I have resigned---Now what?

Updated: Apr 27

It’s been one year since I took the leap and joined the great resignation movement. 525,600 minutes…some made up of panic but most made up of building a “job” that I loved.


I knew it was time to leave the nonprofit where I had worked for 4 years. It was not because I did not have passion for the mission or love for my piece of saving the world. It was just time.

What makes it the “time” to leave is different for each person. For me, it was running so fast, for so long, that my feet grew tired. I lost perspective and little things seemed way too big. My managers were very focused on what they were focused on - and the burnout I was experiencing just was not one of them. I lost the JOY.

My Joy returned when I stepped into my car to drive away for the last time. I felt it in my entire body; it was as if a weight had been lifted off my shoulders.

That euphoria hung out for a while and was fueled by the calls I got from other nonprofits asking me to interview for positions---some bigger and higher-paying than the one I had left.

The panic set in when I realized on every call that taking another similar job would just be lead to a new cycle … creating the same tired feet.

What did I want to do? What made my heart sing? What am I very best at? And almost as important---Who could I work with that would bring out the very best in me?

There were a lot of thoughts swirling in my head…And then it hit me. My biggest frustration throughout my career has been the lack of training. Managers hire people they “like” or individuals they view as capable of doing the job. Sometimes they are coachable and grow into being successful - most often they crash and burn and leave.

Was joining or creating a company that trained fundraisers “my calling”? Here are some questions I asked myself - and that you can ask if you are thinking of joining the millions who have left their jobs.

1. What brings me JOY? What were the happiest days of each job you had in your past?

2. What do I think I am very best at?

3. What has frustrated me in my career that I think I can change?

4. What characteristics in a manager, partner, boss, or co-worker make me better?

5. What makes me frustrated, burned out and generally sad?

6. Where do I work best - In an office-at home, at a shared workspace, at Starbucks?

7. What makes a job simply unacceptable?

8. Where will my enthusiasm and engagement be celebrated rather than tolerated?

AND, If you are thinking about taking the leap into your own business…

9. Do I have the guts and grit to give up the security of a weekly paycheck?

10. Do I have the patience for the cycle of business to go from drip drip to a flood?

Finding my purpose, my JOY, my mission.

OK, I asked myself the above questions and in a quiet walk decided on the answers.

Joy for me comes from working with individuals who are respectful, listen to all opinions, and celebrate each other's opinions. All to formulate the best plan.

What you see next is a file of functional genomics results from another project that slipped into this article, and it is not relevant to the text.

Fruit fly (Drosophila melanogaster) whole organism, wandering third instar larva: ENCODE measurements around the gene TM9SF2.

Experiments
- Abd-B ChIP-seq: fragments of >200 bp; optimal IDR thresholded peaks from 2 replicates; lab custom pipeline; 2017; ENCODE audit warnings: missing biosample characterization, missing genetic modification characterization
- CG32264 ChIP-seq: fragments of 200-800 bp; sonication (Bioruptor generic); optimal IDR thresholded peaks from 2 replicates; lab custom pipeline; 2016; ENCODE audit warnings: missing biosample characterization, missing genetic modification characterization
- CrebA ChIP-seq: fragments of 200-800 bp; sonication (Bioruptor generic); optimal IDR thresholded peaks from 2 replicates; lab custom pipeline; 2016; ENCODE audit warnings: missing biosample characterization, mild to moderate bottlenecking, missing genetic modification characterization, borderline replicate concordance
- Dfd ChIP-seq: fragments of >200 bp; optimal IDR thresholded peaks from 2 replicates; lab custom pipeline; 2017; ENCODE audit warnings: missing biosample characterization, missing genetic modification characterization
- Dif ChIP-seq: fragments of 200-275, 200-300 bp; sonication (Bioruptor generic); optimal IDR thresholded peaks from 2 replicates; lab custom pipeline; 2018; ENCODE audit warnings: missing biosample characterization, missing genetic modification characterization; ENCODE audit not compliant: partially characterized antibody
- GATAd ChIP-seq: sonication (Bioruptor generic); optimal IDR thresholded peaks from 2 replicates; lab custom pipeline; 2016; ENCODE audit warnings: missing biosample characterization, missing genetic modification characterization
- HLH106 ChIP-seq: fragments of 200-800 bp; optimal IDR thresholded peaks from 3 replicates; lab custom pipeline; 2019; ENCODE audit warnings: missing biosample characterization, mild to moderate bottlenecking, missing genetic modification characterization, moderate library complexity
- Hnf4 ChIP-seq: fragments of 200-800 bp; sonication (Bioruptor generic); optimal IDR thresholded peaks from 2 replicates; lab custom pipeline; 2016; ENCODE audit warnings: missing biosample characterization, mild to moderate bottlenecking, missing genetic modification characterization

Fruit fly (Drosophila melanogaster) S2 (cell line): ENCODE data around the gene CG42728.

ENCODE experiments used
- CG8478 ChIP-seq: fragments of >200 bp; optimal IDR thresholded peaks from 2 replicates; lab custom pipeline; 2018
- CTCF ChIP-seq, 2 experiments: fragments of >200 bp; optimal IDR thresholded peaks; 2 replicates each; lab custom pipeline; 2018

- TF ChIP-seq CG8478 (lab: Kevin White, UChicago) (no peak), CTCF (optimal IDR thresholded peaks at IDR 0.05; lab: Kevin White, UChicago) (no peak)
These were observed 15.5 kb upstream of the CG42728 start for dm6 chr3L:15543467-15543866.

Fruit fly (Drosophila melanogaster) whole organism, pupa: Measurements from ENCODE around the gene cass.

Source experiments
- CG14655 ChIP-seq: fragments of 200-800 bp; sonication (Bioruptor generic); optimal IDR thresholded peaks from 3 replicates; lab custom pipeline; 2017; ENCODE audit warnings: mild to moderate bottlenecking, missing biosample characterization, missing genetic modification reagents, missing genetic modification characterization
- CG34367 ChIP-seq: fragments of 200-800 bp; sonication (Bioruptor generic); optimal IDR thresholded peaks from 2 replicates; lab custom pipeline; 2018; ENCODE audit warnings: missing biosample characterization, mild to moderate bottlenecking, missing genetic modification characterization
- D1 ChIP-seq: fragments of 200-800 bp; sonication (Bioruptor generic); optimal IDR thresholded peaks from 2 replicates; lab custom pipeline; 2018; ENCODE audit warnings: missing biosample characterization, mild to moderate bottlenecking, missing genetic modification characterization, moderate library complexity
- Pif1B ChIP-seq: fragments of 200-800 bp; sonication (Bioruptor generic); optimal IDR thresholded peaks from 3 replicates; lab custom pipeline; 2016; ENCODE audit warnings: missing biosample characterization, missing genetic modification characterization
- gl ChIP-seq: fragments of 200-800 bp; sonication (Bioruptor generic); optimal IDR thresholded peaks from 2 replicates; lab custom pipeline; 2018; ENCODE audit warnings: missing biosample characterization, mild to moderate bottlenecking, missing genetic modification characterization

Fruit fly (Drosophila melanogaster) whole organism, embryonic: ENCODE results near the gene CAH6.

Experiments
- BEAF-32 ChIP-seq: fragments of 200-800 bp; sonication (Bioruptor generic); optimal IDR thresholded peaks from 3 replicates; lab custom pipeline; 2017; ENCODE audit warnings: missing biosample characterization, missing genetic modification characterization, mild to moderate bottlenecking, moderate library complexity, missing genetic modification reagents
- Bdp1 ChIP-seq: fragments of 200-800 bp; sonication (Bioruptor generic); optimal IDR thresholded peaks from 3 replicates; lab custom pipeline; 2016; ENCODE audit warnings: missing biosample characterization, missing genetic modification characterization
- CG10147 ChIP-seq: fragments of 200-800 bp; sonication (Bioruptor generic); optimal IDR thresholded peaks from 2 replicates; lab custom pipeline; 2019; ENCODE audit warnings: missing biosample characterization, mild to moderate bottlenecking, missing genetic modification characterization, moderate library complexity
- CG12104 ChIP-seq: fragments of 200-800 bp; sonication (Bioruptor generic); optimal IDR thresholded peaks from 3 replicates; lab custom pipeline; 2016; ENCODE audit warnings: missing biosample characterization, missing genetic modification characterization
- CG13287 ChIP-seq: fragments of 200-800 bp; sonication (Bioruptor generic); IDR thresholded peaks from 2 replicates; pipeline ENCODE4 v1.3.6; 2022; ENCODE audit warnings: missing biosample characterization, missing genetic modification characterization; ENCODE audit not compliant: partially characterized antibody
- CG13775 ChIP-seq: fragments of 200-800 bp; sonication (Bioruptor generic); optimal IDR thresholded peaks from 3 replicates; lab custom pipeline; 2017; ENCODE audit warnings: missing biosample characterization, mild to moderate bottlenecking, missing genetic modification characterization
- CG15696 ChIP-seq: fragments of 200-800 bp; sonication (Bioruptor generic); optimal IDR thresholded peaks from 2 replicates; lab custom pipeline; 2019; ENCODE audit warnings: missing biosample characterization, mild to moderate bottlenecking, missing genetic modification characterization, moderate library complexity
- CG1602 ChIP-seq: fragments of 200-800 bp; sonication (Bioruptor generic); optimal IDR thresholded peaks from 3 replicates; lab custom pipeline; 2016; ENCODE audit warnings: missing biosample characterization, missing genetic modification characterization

I am the very best at training, coaching, corporate fundraising, and implementing creative corporate partnerships

I want to change how individuals are trained in the world of Fund Development

I want to own my success, and work with a team that has the same vision partnered with different and complementary strengths.

I like the options of where I do my work - before Covid, I was a big fan of Starbucks!

Disrespect and lack of appreciation make me sad. Having done New Business Development throughout my career I am the first to say that every step of the process deserves at least a bit of acknowledgment (not always a party; a smile works just fine).

Celebrated Vs. Tolerated

I hit budgets; I can be the best manager you ever had. I always say yes, I can help and take on new challenges with a smile and I am a New Business machine. And, I will support leadership 100%.

With that said-

I can be loud. I can be hyper. I can break into what I call the new business dance if we secure a new donor. I drink a lot of coffee, show up early for meetings. I am task oriented and write detailed emails (I guess blogs too). I sometimes work on my own timeclock.

I want to work with and for the ones who appreciate and celebrate the first list and learn to live with the rest (and maybe even learn the dance steps) …It is who I am and part of what has been making me successful throughout a long career.

OK - I know the trip I want to take. I am sure I am brave enough and hopefully I will learn to be more patient…BUT. Who has the skills, shared goals and pep in their step to join me?

I called Amy Mauser with enough energy to power a small town — Amy, let’s do it!

Her expertise is unquestionable and her list of things she is best at do not mirror mine - so together we are so much stronger!!!

Not to mention we had worked together at a nonprofit in 2010-2012 so she was aware of the loud, coffee drinking, dancing maniac I can be. And, yes, she learned the steps! She provides balance for my enthusiasm and always knows the right questions to ask of me, and our clients. We have become partners in success and are so happy to take on the world together.

Then, through a fluke of fate (and LinkedIn), we met Ben Chambers. With expertise in grants (and more), he was the perfect addition to our team. Plus, the things that bring him joy are so very well matched with Amy and me.

So I turned in my two weeks notice, 52 weeks ago this week. I do miss some of my coworkers and still look back to celebrate the little bit of the world I got to change.

We’re turning prospects into clients and creating strategies and tactics to support them as they change the world through a variety of missions. I’ve found two people who share my vision, work ethic, and passion for helping nonprofit fundraisers find success.

I am so glad I jumped and I hope I get to know you through our nonprofit consulting collaborative- Team Kat & Mouse

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